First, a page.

Sunday, December 05, 2004

Past in the Present

At Christmas, like Mr. Ebeneezer Scrooge, I confront my past in the present. Each year, the rolling round of the season offers up another opportunity to explore memories peaceful and painful; to call up the person I was and to accept more fully the person I am becoming.
I have more than the average number of poignant, hilarious and even downright scarey Christmas memories, enough for a book. For most of my life, I was involved with an organization which is a Christmas icon, and it was this association which created the context in which I lived out my Christmases. In fact, for some years, I myself was a Christmas icon, receiving generous gifts for charity and listening to the reminiscence, praise, complaint, fear, longing, grief and expectation of those who lingered around my post. It was a valid thing to do at the time, and not without personal rewards. But it came to an end, and I moved on.
I hardly grieved the loss of Christmas, so eternally rooted for me in good works, Christmas concerts, baskets for the poor, Church suppers, carolling, carolling, carolling. But it was a loss. When I changed employment I was unable to sing a single Christmas carol. I was all sung out. Every tune seemed overfamiliar, every sentiment maudlin, overhyped and stale. I had worn out Christmas. I felt sceptical of the needy and fed up to the teeth with the rich. I, along with a huge segment of Western population, gave up the practice of communicating with friends at Christmas. I could barely cook a turkey. I started handing out cash instead of making ties, candles, wreaths, decorating potted plants and other trinkets as gifts. Christmas had become a very bad, very heavy thing to me. I was turning into Scrooge.
It is a relief now, fifteen years on, to look back and not be tired. Not that I want to recreate it all. I don't ever want to be that busy at Christmas again. But recently I've been able to sing again. I'm able to reclaim the best of my past, to celebrate it and honour it. "The Holly and the Ivy" has regained its celtic mystery laced with the deepest Christian symbolism. The Basque lullaby, "The Infant King", is touched again with simplicity, humanity, reality. "How far is it to Bethlehem?" glows with childlike hopefulness, the eager expectation of a new baby.
Perhaps it is that this year, at Christmas, we expect a new baby in our family. Perhaps I have opened my heart, just a little bit, to let in what is tenderest, most precious in my heritage. Perhaps I have accepted that it was not all bad, all those years of busyness. Indeed, much of it was jolly entertaining. Duty kills joy. Love revives joy. I look kindly at the past, and smile at my infant self, and hug the exhausted woman she became and celebrate the joyful woman she is becoming.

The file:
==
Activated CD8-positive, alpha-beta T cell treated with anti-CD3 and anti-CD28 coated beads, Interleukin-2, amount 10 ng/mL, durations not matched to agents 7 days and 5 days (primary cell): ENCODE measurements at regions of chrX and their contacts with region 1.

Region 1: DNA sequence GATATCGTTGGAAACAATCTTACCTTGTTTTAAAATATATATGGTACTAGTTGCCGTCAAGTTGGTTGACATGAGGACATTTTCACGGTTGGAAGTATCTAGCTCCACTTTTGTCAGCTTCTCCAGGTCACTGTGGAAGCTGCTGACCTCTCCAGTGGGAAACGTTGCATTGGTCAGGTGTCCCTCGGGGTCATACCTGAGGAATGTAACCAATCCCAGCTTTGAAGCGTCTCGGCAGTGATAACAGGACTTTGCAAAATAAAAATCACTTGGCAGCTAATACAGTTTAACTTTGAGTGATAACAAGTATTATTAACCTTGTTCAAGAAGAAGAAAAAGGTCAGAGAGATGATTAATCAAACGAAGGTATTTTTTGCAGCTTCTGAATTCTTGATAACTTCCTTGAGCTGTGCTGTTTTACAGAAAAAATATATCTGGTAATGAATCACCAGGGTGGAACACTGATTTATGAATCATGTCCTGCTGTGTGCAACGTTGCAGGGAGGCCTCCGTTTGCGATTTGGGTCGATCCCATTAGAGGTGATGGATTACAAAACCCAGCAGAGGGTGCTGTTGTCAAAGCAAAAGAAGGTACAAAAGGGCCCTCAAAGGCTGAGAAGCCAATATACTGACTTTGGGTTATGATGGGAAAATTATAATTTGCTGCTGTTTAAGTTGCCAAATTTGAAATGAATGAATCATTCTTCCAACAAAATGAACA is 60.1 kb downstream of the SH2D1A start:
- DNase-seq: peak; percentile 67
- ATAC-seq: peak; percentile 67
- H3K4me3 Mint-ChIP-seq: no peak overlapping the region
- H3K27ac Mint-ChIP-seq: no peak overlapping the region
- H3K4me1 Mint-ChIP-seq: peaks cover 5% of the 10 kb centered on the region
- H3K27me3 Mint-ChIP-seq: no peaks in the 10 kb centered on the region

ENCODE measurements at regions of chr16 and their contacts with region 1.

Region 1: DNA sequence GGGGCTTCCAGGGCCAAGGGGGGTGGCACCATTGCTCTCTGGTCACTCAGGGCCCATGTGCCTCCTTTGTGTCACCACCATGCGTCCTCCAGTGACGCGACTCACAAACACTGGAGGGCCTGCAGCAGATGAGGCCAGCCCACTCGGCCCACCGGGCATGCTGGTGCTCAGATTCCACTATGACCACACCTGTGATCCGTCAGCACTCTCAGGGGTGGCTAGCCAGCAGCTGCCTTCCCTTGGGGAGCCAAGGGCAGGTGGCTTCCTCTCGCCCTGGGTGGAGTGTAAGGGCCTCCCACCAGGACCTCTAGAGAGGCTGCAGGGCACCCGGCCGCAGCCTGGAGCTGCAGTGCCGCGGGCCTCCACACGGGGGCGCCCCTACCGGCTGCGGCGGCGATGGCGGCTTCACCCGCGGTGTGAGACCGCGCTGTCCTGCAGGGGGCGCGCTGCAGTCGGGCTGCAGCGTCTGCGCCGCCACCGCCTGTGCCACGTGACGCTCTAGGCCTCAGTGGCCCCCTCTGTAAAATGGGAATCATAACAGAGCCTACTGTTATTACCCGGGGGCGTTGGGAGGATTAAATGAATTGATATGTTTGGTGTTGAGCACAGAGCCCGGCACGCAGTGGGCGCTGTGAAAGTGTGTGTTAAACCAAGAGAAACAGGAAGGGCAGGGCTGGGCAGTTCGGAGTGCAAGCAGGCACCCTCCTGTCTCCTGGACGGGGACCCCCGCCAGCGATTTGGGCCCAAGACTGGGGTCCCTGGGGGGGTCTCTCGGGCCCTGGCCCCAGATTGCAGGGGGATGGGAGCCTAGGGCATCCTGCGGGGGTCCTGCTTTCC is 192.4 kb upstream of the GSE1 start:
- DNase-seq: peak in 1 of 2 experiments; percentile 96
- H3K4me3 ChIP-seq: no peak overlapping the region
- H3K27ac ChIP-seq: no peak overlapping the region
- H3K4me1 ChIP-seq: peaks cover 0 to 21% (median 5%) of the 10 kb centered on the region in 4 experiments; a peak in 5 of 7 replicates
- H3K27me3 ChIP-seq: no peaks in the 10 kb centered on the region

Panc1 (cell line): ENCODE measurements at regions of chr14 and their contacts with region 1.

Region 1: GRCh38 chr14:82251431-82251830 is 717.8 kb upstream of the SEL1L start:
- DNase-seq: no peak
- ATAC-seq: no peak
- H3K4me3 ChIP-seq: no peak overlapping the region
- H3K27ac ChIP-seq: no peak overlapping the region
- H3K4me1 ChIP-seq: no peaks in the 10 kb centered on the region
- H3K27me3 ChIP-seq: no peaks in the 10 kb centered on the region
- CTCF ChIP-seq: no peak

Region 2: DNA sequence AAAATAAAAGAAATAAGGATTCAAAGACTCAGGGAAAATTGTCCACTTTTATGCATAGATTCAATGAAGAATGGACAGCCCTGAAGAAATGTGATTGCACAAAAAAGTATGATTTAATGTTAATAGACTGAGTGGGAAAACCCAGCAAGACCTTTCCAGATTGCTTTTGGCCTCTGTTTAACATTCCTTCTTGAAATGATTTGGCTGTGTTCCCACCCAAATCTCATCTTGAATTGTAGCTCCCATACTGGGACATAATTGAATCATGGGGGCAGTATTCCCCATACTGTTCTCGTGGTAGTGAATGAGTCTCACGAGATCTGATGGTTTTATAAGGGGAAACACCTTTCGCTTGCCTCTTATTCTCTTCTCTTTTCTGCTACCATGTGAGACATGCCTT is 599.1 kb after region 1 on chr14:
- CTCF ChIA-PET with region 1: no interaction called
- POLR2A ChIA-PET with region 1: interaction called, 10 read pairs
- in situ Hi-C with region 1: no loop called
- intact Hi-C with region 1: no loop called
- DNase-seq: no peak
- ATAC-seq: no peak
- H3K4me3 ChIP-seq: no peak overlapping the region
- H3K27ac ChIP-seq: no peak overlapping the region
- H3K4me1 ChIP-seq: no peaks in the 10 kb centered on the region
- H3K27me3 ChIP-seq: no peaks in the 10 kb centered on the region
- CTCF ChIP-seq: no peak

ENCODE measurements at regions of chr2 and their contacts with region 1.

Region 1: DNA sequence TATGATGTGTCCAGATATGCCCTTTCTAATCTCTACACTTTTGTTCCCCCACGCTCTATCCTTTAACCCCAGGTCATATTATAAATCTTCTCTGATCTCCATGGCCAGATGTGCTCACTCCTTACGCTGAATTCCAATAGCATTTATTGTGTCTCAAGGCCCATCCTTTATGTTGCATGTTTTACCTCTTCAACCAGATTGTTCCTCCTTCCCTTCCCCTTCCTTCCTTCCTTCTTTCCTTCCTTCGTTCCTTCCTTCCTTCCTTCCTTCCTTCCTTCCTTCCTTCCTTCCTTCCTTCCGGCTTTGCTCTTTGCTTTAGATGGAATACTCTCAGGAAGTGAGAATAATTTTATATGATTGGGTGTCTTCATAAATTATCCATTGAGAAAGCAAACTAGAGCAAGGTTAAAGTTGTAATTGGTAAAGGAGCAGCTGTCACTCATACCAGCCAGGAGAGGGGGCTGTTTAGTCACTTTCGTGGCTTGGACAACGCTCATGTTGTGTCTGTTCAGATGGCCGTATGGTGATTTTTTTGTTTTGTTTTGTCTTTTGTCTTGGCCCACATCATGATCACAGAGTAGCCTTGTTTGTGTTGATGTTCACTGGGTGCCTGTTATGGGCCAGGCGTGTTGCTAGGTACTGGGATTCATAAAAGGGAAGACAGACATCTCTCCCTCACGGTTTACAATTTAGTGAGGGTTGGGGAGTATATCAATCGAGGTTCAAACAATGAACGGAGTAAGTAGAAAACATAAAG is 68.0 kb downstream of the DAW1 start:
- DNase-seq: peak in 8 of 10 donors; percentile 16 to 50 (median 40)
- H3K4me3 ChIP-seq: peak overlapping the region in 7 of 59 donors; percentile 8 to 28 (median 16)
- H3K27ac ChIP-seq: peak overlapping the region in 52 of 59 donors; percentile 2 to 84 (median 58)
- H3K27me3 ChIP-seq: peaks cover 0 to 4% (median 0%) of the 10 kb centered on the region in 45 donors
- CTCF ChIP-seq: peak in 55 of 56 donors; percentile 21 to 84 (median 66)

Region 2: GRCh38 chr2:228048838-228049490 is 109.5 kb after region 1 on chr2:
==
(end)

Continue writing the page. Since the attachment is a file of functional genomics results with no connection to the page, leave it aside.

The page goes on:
This is the thing about Scrooge...his last name being a Dickensian invention has come to symbolize meanspiritedness. But his first name...well that means, "up to this point God has guided us." Neat.
That means that nothing is lost. The past can be redeemed in the present. There are second chances and thirds and fourths. Looking at my life, I begin to see the hand of Creator God in all my past. No regrets now. Hey, Ebeneezer!

5 comments:

steph said...

Connie I celebrate with you, this wonderful amazing woman who is being unwrapped from packaging that was hiding the beauty of the gift within! I celebrate with you that joy, and the love that combines with it to be the awesome fragrance of this season, and that you will know the amazing colours of your heart that light up and give out love and joy.

neritia said...

Oh Connie, as I read your words your beautiful face comes into my mind and I can imagine you singing and dancing with joy!
....There are second chances and thirds and fourths....I needed so to read these words this morning. I am beginning to understand, for the first time, that there are second chances and more....I too am seeing that duty kills joy!
Funny how, all over the world we reflect on our lives during Christmas...at the moment I am so tired I cn't imagine getting to Christmas Day...yet, the thoughts and the memories comes naturally!
You've triggered an need in my heart today...a need to actively look for the Creator's hand in my past too!!!
Thank you for that!

magoo77 said...

I'm so glad you are coming into a place where you are able to look back at life and feel rewarded! All of your energy, time and excitement around the Christmas season has set the base of important family traditions.
As well, you have also found time to help others in need. This is truly a special gift. There is a lot to be thankful for this Christmas! Enjoy your fellowship and quiet time with family and friends. To new beginnings! Luv s

Anonymous said...

Connie - you take me from tears, to laughter, to His arms. How do you do that? I am so glad that you are blogging. You rock!

Anonymous said...

above from me - Anj - sorry for forgetting my name.